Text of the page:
Brad, I would argue that people who practice different religions are not trying to be accepted or welcomed into America’s culture. They have their own culture and beliefs, and by saying Happy Holidays we are respecting what they believe in and not assuming they should adhere to the norms of Christianity. Also, I really don’t believe this is about people being offended. I think with these small acts, we can all become a little more loving to each other by acknowledging there are people different than us and respecting their life and traditions.

        • Saying “Merry Christmas” is not forcing a religion onto anyone anymore than saying “Good Morning” is forcing someone to have had a good morning.

    • It’s interesting that many people think that “Happy Holidays” is a new thing. The phrase has been around for ages, evidenced in cards from a time period when the U.S. was predominantly Christian. Possibly this was due to people wanting to express greetings for Christmas as well as New Year’s, but it’s also possible that Christians were recognizing the many Christian holy days that used to be celebrated in this season. Now that many Christians focus on Christmas and ignore things like Advent, Epiphany, etc., some Christians seem to think that saying ‘Happy Holidays’ is about being rude to them, but it is really about recognizing the multitude of holy days of the season and now that has expanded to recognizing holy days of other religions as well. It’s only ‘exclusive’ if you make it that way.

      • Most holidays have mixed and confusing histories, including what you have mentioned above. The same as the background that many Christian holidays were originally pagan. The important concept here is that holidays and their meanings, along with words and their meanings, take on the significance that the current culture gives it.

  2. Apparently saying “Merry Christmas” is limiting people’s religious freedom now? Maybe you should reread the first amendment to learn what religious freedom is. That or don’t make claims with no legal backing.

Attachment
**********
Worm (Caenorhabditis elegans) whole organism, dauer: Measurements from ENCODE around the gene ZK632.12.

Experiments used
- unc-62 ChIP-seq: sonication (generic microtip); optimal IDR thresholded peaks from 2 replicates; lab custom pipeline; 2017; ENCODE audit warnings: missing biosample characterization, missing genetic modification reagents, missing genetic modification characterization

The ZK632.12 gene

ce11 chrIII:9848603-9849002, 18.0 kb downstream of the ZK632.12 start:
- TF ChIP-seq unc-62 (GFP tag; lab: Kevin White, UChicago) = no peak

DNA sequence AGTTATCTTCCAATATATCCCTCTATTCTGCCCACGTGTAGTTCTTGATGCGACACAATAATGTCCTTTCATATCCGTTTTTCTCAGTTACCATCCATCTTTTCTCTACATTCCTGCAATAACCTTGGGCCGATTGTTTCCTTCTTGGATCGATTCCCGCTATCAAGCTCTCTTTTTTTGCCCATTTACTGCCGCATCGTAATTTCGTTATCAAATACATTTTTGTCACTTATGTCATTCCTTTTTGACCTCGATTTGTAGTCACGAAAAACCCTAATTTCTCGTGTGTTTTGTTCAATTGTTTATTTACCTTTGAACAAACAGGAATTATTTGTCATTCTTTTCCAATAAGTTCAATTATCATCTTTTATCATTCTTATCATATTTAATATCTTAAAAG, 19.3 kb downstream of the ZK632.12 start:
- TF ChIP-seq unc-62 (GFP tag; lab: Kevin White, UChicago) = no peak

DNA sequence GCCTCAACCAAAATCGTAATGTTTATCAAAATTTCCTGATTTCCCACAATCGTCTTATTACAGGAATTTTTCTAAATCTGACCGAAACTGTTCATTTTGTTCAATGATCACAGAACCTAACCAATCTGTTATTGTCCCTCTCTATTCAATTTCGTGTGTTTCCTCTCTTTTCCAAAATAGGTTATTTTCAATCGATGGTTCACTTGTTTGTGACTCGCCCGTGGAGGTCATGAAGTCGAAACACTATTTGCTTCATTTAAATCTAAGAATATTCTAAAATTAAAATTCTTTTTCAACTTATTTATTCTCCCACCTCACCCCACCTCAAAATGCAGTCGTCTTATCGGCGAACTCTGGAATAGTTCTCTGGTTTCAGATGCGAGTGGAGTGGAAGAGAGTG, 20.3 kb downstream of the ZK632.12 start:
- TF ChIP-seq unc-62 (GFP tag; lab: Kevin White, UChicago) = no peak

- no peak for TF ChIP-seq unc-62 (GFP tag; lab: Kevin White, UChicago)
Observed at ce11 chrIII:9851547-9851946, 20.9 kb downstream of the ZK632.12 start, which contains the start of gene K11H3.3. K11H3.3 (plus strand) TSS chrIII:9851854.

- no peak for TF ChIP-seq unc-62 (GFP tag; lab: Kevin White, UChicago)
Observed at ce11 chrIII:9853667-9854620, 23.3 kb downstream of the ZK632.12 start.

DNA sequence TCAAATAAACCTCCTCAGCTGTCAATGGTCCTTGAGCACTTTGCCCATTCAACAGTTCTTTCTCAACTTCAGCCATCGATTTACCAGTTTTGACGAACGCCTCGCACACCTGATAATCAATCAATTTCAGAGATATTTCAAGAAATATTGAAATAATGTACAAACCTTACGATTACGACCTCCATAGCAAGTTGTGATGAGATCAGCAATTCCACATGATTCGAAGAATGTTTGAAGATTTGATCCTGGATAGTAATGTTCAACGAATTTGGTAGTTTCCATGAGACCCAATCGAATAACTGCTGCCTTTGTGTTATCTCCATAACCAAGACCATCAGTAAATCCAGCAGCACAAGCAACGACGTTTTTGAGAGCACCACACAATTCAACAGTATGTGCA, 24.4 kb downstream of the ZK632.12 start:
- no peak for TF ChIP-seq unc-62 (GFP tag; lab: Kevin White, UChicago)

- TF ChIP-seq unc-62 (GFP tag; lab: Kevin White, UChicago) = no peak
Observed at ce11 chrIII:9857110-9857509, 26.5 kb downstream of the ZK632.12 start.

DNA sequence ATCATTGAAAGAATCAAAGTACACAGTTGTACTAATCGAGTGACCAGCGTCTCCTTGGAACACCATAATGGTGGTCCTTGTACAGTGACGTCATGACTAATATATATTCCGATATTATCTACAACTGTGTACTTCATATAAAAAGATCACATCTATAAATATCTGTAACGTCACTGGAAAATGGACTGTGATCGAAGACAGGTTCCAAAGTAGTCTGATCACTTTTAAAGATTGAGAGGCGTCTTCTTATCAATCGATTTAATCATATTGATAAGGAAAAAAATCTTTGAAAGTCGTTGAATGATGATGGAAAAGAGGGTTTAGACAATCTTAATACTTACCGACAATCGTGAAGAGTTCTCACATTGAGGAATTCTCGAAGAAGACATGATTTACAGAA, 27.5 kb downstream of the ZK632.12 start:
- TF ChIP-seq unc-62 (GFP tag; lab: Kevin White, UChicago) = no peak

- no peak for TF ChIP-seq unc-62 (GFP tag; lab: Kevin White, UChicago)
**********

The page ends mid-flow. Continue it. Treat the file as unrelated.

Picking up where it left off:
• I agree Shawn, I can definitely see where the writer is coming from with the importance of being inclusive in the way we address people. However, when they insinuated how wishing people a merry christmas is not respecting religious freedom, I was completely dumbfounded haha. Part of expressing someone’s faith is protected under religious freedom, just as it is for someone to wish me a Happy Hanukkah. However, I do agree that we can be more inclusive and considerate during the holiday season by recognizing other holidays that different faiths celebrate. If someone wished me a Happy Hanukkah, I would have no problem with it all. I agree we can be more inclusive in the way we talk about the holiday season, but the whole argument about religious freedom is totally baseless.

  3. Merry Christmas!! People are really victims if someone tells them Merry Christmas? I guess everyone has there own opinions. If someone tells me Happy Holidays or Happy Hanukkah or whatever, I would be grateful and happy.

  4. Christianity is also a missionary religion, therefore it is also a Christians responsibility to convert others to their faith. I’d hate for you to be condemning a religion from practicing their faith because you don’t want your feelings hurt.

  5. If I was in another country, and wasn’t part of the prevailing religion of said country and someone wished me a greeting tied to that culture it would make me feel welcomed.

    I actually say Happy Holidays in a lot of professional settings, but I certainly would never be offended if someone said Merry Christmas to me, or Happy Hannukah, or if I was the guest of an Islamic practicioner observing Ramadan with them etc.

    There is a line between inclusiveness & exclusiveness, and I don’t think any of us should draw it because it’s always a personal opinion. Wilde said it best (and I believe it applies here, “Morality, like art, means drawing a line someplace.”

    We all need to draw that line, and it’s just common decency that informs of us what is over the top; and quite honestly if some behavior is really bothering you then you need to speak up.